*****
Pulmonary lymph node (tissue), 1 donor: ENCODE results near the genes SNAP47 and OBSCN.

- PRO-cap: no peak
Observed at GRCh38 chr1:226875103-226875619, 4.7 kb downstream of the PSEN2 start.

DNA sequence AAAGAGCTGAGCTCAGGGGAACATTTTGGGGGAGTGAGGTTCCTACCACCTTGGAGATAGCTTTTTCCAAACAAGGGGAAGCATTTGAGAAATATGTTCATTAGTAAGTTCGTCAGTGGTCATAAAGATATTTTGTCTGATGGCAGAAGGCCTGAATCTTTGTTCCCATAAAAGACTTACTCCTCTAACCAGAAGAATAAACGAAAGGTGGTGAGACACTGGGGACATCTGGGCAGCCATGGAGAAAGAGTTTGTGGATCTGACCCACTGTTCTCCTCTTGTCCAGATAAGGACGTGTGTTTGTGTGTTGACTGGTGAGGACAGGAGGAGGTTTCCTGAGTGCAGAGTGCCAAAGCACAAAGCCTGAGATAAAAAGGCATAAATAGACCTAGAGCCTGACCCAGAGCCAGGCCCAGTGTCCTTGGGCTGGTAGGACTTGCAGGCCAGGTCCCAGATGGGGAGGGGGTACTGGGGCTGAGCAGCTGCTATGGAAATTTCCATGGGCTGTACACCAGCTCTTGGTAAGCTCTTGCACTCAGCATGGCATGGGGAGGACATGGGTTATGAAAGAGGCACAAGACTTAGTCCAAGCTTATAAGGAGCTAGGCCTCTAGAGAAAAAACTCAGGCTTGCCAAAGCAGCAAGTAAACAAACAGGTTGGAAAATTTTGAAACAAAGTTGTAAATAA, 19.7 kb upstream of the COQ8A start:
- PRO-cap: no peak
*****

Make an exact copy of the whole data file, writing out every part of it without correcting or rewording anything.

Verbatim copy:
Pulmonary lymph node (tissue), 1 donor: ENCODE results near the genes SNAP47 and OBSCN.

- PRO-cap: no peak
Observed at GRCh38 chr1:226875103-226875619, 4.7 kb downstream of the PSEN2 start.

DNA sequence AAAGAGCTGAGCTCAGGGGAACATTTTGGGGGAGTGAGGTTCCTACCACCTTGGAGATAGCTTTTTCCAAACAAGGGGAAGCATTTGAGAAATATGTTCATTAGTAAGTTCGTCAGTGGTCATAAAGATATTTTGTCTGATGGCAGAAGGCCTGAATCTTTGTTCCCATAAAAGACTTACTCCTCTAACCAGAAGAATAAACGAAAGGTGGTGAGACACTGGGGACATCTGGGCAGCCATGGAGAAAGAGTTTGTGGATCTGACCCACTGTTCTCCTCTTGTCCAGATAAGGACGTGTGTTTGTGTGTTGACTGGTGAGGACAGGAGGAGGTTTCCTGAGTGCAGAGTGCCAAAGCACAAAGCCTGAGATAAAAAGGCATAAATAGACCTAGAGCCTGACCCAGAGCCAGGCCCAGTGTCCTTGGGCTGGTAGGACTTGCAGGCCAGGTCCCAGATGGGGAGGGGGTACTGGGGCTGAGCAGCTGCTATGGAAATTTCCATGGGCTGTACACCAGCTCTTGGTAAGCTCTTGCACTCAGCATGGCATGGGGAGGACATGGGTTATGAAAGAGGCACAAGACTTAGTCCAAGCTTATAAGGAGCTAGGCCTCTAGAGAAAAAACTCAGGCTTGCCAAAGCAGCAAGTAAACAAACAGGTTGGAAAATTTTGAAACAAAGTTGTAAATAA, 19.7 kb upstream of the COQ8A start:
- PRO-cap: no peak